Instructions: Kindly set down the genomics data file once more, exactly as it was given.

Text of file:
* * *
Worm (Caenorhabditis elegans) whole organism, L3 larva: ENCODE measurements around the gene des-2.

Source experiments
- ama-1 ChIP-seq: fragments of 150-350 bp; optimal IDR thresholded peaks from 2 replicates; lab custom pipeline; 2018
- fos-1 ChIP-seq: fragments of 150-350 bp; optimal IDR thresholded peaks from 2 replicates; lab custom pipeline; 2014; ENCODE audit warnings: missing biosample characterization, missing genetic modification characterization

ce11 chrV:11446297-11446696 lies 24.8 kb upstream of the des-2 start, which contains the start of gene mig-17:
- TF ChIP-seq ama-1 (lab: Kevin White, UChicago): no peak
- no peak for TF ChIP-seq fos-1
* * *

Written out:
Worm (Caenorhabditis elegans) whole organism, L3 larva: ENCODE measurements around the gene des-2.

Source experiments
- ama-1 ChIP-seq: fragments of 150-350 bp; optimal IDR thresholded peaks from 2 replicates; lab custom pipeline; 2018
- fos-1 ChIP-seq: fragments of 150-350 bp; optimal IDR thresholded peaks from 2 replicates; lab custom pipeline; 2014; ENCODE audit warnings: missing biosample characterization, missing genetic modification characterization

ce11 chrV:11446297-11446696 lies 24.8 kb upstream of the des-2 start, which contains the start of gene mig-17:
- TF ChIP-seq ama-1 (lab: Kevin White, UChicago): no peak
- no peak for TF ChIP-seq fos-1